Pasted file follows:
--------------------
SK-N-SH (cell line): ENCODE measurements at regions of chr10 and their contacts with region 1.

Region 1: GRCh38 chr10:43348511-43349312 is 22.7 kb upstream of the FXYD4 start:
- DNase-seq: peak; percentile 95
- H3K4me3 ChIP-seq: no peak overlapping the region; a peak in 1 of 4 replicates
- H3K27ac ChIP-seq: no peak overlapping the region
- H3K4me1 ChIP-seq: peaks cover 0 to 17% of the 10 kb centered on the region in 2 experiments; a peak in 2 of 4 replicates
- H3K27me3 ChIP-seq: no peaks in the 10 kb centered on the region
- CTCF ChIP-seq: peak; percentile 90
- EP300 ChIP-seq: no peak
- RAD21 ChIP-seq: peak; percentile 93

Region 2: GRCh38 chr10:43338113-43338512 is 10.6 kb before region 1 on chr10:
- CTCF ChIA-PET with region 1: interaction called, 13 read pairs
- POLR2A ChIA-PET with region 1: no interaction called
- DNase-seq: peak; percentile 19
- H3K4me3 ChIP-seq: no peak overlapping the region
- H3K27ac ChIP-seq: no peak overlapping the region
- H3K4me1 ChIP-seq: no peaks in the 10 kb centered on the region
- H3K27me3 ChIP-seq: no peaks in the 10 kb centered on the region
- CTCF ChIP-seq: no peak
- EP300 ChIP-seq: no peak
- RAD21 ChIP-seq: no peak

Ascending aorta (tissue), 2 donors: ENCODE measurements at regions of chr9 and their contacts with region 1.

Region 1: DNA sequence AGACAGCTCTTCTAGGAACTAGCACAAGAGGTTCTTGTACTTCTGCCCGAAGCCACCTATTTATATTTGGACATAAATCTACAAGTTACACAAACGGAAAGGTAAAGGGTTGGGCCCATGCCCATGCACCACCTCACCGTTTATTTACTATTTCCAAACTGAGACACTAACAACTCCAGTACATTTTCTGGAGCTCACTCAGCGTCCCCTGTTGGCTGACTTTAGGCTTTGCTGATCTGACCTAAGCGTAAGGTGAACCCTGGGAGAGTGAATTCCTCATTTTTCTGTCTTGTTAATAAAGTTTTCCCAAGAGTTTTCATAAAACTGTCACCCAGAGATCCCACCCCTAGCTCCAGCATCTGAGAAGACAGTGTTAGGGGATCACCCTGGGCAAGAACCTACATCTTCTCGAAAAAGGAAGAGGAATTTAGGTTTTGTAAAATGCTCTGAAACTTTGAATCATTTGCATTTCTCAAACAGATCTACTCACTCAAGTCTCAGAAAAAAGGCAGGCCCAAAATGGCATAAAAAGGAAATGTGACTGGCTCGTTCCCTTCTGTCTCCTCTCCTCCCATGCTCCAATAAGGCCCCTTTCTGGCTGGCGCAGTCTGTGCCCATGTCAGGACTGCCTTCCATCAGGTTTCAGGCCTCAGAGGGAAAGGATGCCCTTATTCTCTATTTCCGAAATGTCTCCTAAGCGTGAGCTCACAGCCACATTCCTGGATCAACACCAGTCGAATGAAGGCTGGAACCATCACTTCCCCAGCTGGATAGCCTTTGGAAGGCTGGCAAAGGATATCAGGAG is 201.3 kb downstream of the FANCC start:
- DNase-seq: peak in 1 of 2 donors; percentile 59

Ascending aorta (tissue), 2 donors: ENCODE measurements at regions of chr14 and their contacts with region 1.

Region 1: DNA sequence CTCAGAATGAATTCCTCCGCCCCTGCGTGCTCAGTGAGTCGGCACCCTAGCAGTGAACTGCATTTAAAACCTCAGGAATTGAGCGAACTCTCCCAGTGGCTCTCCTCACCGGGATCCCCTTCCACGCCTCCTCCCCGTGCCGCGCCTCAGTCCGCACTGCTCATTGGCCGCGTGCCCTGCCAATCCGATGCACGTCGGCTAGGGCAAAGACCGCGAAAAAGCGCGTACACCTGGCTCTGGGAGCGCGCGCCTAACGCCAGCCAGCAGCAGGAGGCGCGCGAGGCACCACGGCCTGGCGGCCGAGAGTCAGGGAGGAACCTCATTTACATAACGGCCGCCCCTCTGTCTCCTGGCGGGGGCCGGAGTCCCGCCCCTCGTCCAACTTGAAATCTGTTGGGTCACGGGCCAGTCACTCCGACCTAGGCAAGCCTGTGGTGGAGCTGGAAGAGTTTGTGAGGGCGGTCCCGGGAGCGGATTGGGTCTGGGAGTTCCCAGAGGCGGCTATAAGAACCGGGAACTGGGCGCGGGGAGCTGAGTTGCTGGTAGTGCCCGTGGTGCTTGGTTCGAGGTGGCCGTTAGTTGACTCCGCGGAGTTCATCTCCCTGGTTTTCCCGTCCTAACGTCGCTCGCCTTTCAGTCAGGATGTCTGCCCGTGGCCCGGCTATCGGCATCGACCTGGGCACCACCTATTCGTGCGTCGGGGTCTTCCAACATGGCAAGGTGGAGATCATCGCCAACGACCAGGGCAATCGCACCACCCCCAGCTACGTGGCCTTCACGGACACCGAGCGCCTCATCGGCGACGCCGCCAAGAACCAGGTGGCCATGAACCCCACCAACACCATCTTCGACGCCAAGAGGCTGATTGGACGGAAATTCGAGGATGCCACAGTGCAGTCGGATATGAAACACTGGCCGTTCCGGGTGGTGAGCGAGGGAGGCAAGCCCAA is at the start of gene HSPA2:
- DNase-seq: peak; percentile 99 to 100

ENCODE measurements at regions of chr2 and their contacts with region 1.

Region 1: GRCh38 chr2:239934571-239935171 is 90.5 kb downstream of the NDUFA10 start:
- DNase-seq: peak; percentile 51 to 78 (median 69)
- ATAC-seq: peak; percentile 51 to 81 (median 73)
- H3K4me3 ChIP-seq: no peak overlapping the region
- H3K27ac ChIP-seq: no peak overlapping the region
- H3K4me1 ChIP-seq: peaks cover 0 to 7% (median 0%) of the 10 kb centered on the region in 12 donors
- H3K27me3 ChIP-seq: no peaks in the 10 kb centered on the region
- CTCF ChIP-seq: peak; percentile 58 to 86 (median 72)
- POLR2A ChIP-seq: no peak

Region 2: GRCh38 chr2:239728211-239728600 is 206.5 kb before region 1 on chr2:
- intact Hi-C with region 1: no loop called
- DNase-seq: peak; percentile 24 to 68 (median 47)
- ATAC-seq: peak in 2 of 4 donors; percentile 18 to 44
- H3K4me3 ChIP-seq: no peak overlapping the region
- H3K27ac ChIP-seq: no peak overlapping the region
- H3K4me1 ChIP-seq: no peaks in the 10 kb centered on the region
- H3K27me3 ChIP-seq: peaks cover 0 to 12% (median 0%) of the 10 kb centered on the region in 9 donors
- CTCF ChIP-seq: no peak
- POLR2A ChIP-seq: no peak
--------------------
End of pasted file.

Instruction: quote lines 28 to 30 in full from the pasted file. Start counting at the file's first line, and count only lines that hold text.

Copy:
ENCODE measurements at regions of chr2 and their contacts with region 1.

Region 1: GRCh38 chr2:239934571-239935171 is 90.5 kb downstream of the NDUFA10 start:
- DNase-seq: peak; percentile 51 to 78 (median 69)